|Scene from La La Land|
With Oscar Sunday less than 72 hours away, it's crunch time for those wanting think pieces and last minute predictions for all of the major nominees. While I have done extensive work on this blog, I felt like director Damien Chazelle's La La Land was something special. That is why I am proud to announce that I have published my own analytical essay "What's Old is New Again: An Exploration of the Themes of 'La La Land'" exploring the themes found in the film; ranging from why it is important to compromise, the impact of nostalgia, and why going off script is sometimes important. The following is an excerpt from the essay, which is currently available on Amazon for free (purchase it here) from February 24 until the 27th. Check it out and feel free to get caught up in the magic of one of this century's best musicals all over again.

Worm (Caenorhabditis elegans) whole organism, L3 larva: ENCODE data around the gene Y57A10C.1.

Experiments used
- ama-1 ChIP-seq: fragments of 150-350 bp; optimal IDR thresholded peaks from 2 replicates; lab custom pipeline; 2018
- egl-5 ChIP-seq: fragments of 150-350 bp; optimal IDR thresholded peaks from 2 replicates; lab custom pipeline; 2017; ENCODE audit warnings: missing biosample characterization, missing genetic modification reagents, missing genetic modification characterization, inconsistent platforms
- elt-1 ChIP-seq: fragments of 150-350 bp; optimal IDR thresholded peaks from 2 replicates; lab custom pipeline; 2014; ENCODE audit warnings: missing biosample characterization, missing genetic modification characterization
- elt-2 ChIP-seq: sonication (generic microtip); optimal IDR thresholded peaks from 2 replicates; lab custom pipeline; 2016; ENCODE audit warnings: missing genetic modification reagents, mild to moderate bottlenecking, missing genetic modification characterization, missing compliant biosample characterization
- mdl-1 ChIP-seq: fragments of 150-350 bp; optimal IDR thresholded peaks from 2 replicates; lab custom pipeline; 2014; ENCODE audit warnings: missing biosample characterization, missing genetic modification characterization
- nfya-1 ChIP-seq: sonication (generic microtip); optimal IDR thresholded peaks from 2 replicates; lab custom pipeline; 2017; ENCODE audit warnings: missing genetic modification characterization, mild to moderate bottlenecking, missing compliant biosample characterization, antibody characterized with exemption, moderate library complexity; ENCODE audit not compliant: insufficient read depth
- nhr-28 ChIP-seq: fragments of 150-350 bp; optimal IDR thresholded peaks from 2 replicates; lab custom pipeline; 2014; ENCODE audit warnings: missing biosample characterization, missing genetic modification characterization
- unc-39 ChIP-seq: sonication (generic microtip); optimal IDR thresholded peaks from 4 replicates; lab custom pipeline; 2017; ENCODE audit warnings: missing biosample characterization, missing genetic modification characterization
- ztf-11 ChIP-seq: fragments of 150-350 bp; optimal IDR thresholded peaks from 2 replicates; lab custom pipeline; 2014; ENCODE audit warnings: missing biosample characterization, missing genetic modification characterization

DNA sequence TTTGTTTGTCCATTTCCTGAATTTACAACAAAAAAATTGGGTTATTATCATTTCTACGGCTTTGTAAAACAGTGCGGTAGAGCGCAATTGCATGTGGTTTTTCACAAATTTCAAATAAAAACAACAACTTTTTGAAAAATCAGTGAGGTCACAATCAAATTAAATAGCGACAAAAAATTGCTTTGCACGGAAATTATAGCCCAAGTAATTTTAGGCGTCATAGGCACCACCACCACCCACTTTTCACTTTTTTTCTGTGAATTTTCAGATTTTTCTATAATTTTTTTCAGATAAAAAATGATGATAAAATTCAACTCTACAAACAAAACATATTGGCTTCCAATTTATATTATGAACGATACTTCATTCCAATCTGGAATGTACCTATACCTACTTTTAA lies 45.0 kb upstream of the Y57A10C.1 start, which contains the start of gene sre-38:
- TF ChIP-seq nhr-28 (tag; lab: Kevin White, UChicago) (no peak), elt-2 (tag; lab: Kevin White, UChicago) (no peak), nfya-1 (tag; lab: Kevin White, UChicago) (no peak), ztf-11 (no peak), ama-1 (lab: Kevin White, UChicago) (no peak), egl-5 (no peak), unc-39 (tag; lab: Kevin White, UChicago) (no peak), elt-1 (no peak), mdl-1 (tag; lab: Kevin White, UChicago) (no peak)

“A Technicolor world made out of music and machine”
Director Damien Chazelle’s La La Land is a movie that centers around the characters of Mia (Emma Stone) and Sebastian (Ryan Gosling). With whimsical numbers penned by Justin Hurwitz, the film is a hybrid of old and new, real and fake, the individual and the group. The film just happens to focus on an intersecting relationship that isn’t meant to be, but is so infectious in the way that all Hollywood movie romances are. To an extent, Chazelle plays into every trope of a romantic comedy, but with elements of existential dread and – of course – musical numbers.